May 23rd 2023

The Working Group on Slavery and Visual Culture is pleased to announce the launching of its second digital exhibit, Palimpsests: Visual Idioms of Enslavement in the Nineteenth Century and their Afterlives, soon to be available on the digital platform The Visual Afterlives of Slavery. This collaborative exhibit unearths various modes in which nineteenth-century visual idioms of enslavement endure in present-day constructions of Blackness as a site for policing, discipline, labor, desire, love, death, and/or pity, as well as the challenging responses offered by contemporary artists across the Americas to that legacy. The conceptual figure that organizes this exploration is the palimpsest—the idea of a primary inscription that both persists and is disfigured underneath the surface of a new one.


Paulina Alberto (Harvard University)

Nohora Arrieta (University of California, Los Angeles)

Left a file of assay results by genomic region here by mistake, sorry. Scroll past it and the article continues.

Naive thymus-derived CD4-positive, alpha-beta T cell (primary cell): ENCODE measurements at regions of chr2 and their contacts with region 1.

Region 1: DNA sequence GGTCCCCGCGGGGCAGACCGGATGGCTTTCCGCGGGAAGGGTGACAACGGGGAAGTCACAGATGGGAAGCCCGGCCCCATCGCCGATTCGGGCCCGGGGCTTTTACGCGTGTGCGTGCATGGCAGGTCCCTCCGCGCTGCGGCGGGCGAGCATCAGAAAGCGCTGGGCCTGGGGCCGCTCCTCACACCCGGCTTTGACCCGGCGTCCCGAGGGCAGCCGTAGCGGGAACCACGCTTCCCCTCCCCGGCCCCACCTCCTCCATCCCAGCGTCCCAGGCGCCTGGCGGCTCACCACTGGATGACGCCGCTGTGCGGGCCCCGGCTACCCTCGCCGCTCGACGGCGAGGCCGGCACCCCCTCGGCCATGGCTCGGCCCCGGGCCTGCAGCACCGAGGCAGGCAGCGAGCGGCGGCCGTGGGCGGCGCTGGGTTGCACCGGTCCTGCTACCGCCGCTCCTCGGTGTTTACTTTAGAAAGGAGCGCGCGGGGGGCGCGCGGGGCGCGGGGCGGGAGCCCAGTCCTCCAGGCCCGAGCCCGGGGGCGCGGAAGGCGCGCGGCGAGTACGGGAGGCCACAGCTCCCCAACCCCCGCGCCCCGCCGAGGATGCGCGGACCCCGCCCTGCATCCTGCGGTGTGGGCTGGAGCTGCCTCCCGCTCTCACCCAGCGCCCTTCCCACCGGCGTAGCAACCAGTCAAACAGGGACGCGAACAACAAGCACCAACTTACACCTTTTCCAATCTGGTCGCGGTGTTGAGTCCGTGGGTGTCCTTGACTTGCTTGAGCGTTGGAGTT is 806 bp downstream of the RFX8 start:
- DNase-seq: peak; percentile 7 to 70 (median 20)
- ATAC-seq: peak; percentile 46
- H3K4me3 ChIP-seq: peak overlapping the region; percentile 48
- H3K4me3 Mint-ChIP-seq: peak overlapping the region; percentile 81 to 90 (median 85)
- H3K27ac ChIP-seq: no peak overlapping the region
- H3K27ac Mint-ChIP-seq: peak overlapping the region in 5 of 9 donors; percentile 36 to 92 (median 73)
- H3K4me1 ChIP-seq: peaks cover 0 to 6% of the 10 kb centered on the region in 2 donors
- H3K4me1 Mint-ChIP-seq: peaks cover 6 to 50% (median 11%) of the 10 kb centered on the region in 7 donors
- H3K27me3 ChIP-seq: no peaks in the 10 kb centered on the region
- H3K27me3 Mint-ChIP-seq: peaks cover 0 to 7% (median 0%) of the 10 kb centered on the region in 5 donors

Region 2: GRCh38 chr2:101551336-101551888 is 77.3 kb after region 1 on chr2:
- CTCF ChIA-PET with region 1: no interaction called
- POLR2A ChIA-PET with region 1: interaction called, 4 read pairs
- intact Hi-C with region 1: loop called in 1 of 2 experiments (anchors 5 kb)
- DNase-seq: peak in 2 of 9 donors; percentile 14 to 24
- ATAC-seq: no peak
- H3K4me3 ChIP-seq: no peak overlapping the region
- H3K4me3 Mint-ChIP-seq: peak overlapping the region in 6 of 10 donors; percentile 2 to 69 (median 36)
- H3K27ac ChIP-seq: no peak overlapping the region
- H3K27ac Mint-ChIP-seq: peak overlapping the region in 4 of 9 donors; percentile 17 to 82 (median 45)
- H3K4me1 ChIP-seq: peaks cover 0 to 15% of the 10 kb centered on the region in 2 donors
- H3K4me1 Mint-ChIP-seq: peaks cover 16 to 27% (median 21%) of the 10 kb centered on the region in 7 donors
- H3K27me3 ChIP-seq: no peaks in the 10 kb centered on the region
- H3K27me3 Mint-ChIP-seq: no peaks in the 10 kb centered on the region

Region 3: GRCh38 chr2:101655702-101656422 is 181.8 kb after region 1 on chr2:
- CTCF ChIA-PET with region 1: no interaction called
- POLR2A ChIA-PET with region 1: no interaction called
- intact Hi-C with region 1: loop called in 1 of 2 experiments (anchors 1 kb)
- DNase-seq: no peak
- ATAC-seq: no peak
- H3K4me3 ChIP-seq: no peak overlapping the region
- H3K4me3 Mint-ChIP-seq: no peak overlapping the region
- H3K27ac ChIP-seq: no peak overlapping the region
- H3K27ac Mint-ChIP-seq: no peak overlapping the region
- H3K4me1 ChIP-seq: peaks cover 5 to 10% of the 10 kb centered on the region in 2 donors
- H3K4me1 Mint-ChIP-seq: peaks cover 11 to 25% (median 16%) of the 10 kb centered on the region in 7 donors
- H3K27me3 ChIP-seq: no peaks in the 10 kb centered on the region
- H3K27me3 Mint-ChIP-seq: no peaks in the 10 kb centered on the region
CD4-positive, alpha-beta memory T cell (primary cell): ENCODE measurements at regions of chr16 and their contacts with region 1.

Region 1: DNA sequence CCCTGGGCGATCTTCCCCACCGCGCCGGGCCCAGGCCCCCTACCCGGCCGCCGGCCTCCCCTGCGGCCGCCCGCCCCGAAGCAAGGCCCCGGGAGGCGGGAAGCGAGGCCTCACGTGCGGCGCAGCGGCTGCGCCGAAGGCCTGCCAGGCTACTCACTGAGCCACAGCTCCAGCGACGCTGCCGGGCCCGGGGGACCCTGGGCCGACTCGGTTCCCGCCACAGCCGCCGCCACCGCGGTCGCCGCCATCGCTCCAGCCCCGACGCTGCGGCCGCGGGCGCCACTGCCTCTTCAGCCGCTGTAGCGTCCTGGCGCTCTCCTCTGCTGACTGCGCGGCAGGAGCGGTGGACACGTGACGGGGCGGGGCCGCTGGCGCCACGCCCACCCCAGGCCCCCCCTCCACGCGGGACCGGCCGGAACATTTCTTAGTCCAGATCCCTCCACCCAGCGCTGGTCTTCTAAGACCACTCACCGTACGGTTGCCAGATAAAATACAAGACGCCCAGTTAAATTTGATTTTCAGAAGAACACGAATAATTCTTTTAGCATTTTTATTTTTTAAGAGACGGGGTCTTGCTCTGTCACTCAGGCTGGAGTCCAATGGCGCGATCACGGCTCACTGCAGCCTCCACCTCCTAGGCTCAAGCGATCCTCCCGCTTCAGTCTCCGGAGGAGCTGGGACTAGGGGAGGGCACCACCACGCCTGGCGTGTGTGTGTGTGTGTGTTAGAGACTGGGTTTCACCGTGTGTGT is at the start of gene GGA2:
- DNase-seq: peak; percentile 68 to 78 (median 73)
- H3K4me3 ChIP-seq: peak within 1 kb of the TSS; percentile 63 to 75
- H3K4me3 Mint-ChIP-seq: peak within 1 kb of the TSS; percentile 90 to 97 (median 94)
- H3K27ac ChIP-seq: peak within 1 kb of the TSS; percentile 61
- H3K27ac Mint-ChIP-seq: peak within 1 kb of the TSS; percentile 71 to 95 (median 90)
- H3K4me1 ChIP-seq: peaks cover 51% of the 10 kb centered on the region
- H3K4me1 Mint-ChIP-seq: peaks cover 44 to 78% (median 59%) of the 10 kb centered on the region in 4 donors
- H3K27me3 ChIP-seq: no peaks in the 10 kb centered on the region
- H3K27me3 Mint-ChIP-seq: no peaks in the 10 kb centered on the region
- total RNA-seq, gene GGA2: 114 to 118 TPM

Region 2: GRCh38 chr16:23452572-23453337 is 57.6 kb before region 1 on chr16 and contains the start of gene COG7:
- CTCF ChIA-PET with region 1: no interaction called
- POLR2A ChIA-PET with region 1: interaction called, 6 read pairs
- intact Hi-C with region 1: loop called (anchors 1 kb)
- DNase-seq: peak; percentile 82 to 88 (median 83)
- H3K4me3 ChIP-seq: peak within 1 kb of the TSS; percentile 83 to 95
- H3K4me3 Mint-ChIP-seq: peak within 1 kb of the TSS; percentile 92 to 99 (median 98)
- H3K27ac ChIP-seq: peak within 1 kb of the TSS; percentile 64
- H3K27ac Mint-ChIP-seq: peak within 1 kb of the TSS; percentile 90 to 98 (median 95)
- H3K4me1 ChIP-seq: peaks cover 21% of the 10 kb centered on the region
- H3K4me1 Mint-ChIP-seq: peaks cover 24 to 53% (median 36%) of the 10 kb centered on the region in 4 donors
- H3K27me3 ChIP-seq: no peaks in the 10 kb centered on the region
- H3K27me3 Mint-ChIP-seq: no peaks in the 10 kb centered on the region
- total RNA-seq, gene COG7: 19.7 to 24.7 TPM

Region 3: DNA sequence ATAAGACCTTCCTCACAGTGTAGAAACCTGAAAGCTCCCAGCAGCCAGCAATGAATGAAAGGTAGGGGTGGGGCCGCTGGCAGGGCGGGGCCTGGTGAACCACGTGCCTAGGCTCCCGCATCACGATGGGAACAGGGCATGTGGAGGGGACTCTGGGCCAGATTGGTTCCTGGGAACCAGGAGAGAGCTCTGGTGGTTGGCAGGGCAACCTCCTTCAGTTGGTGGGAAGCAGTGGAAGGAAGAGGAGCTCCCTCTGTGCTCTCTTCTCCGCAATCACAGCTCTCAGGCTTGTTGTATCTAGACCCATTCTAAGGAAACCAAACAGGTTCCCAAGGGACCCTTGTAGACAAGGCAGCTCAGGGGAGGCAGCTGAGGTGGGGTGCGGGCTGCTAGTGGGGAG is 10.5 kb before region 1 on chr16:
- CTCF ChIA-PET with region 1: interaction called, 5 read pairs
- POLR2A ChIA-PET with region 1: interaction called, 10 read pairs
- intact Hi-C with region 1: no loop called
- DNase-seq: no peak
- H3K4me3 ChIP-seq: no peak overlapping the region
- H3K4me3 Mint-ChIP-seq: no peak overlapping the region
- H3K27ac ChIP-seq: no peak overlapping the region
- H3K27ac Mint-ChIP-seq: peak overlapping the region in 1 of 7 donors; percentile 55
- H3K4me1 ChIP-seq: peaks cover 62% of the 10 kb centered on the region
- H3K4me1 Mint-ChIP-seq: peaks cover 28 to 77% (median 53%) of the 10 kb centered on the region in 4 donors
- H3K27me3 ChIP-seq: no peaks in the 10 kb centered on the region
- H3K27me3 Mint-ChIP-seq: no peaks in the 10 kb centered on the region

Danielle Bainbridge (Northwestern University)

Allyson Nadia Field (University of Chicago)

Brodwyn Fisher (University of Chicago)

Isabela Fraga (Stanford University)

María de Lourdes Ghidoli (University of Buenos Aires)

Mary Hicks (University of Chicago)

Alejandro de La Fuente (Harvard University)

Agnes Lugo-Ortiz (University of Chicago)

Kaneesha Parsard (University of Chicago)

Danielle Roper (University of Chicago)

Lilia Schwarcz (University of São Paulo)

Deborah Thomas (University of Pennsylvania)

Tamara Walker (Barnard College)

This exhibit is part of the Working Group on Slavery and Visual Culture project Visual Regimes of Enslavement and Their Afterlives, sponsored by the Neubauer Collegium.

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